Review of Achievements of Sector 2.1 Genetic Engineering of Virus and Cellular Genes Important in Animal Husbandry
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The stimulation of genetic engineering in animal husbandry. In only a few subjects was there a background of extensive genetic engineering research. For most of the 17 laboratories involved the BEP contracts provided the opportunity to initiate or extend an existing small effort in genetic engineering. Consequently this is reflected in the level of sophistication of the research done (see below). A great deal of the effort has been directed towards finding, cloning and sequencing the desired genes. Very little has yet been done on the use and expression of these genes and this will probably be a major emphasis of many of the Biotechnology Action Programme projects in this area.
The production of research of interest to industry. While much of the work must be regarded as foundational and exploratory rather than immediately applicable there was a growing involvement of industry during the programme. This interest was highlighted by the attendance of representatives of nine major European biotechnology companies at the last meeting of the contractants in Cambridge, April 1986. Except for one contract on foot and mouth disease virus, all the laboratories involved were in universities or research institutes. However, at the end of the contract six of the contractants reported that they had developed a relationship with at least one industrial firm interested in the potential of their research. In one case the firm and in another a national government agency responsible for the transfer of technology to industry, had agreed to fund the next phase of the research. As regards patents resulting from the BEP projects, one patent has been filed on the envelope glycoprotein of the chicken coronavirus, IBV and another patent is pending on the expression of rotavirus genes in E. coli.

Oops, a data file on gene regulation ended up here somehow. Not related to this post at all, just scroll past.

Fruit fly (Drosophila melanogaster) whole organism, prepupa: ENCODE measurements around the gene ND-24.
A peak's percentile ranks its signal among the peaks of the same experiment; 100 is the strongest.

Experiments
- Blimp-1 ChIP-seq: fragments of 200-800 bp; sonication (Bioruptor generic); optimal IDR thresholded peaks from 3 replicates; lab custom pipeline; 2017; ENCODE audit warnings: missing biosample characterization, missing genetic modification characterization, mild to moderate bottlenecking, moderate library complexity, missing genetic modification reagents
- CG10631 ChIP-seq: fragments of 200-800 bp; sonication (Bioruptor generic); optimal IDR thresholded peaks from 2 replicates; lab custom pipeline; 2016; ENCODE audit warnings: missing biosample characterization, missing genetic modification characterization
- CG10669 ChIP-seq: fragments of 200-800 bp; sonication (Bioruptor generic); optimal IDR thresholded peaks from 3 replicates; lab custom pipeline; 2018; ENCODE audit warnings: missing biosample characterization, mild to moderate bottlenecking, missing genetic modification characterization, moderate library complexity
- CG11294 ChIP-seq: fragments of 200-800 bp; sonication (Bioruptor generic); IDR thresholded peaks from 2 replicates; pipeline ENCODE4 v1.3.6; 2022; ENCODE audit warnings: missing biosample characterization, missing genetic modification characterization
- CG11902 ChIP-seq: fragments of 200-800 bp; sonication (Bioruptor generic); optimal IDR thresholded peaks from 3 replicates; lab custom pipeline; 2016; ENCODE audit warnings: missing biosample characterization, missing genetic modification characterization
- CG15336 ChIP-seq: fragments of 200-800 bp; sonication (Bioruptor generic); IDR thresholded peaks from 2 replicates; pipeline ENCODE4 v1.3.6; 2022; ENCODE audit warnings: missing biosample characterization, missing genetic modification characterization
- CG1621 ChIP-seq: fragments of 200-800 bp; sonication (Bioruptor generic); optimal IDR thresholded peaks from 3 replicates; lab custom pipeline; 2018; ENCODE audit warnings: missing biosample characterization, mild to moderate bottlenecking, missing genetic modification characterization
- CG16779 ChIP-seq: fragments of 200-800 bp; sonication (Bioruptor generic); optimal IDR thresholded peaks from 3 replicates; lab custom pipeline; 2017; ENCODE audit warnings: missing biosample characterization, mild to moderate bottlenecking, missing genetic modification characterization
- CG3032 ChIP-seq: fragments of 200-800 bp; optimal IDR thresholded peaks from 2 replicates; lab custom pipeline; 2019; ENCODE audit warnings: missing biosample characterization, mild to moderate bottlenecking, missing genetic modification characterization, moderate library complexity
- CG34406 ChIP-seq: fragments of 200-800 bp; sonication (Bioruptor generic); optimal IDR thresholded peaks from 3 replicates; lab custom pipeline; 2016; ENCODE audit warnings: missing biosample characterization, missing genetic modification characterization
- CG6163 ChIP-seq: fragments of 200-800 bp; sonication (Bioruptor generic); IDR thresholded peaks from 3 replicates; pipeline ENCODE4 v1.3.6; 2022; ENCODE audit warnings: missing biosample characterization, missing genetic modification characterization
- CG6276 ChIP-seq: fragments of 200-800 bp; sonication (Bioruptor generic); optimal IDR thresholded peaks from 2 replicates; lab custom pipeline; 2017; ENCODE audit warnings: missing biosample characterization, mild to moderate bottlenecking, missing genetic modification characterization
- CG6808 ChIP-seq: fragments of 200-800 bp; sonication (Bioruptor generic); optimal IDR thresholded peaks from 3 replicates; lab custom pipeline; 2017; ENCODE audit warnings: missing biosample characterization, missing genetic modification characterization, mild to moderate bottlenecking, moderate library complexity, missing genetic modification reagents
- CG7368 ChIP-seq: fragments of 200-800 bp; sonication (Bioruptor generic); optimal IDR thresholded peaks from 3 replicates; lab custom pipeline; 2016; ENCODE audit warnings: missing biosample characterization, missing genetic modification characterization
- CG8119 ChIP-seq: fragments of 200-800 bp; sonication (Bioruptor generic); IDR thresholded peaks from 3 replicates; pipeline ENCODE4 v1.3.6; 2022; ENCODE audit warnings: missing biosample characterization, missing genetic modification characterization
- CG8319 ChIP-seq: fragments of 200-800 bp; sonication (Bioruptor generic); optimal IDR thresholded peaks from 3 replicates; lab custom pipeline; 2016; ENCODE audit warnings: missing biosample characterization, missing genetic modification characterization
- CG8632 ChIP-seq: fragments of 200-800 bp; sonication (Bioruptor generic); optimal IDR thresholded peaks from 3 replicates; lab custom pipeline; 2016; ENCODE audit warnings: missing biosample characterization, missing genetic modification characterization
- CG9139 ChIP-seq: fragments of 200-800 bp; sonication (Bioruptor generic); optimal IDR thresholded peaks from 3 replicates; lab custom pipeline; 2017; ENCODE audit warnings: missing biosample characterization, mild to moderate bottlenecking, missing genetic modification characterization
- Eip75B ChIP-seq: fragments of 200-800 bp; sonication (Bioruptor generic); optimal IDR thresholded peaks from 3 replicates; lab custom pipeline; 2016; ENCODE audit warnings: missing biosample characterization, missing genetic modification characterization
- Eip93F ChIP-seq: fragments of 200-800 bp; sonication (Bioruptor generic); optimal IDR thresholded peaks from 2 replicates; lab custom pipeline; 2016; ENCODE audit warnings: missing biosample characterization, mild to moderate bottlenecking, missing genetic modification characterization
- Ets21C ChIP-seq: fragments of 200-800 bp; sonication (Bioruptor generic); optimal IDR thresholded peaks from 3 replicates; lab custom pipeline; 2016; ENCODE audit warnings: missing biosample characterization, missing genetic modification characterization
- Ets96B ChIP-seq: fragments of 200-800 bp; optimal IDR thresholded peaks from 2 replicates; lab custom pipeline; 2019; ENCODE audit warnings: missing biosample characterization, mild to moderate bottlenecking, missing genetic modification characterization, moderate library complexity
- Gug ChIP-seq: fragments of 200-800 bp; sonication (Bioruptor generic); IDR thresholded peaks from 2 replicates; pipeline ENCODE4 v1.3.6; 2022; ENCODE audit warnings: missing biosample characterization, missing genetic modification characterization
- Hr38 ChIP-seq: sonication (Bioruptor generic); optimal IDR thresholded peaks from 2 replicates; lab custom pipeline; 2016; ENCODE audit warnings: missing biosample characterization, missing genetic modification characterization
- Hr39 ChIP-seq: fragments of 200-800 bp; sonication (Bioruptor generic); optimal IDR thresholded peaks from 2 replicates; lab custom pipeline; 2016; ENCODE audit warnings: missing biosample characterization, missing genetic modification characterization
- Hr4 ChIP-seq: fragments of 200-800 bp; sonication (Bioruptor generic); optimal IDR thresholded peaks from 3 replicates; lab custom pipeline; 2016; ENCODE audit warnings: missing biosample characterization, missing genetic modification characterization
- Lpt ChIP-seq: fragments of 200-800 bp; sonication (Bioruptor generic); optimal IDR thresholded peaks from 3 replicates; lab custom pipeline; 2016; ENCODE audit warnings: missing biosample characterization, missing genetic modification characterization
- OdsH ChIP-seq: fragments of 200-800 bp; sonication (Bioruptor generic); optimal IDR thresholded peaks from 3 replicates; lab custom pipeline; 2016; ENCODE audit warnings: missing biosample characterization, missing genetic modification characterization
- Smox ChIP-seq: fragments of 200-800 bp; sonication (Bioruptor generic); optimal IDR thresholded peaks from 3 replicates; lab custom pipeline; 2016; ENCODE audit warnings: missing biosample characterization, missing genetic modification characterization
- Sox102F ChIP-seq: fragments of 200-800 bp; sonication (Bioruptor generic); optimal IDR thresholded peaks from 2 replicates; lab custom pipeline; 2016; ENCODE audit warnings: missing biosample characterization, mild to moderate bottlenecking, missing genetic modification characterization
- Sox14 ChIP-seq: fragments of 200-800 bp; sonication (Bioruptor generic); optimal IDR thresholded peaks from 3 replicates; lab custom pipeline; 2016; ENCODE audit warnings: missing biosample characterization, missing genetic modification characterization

The development of trans-national links. The annual meeting of the contractants brought together people of very diverse fields of research which was educational and sometimes resulted in the recognition and discussion of common problems, e. g. difficulties in obtaining expression. More significant however, was the development of trans-national links. This is most clearly illustrated by the fact that in the new Biotechnology Action Programme of the CEC, five of the 16 contracts awarded involve 11 laboratories from different countries brought together by the BEP programme.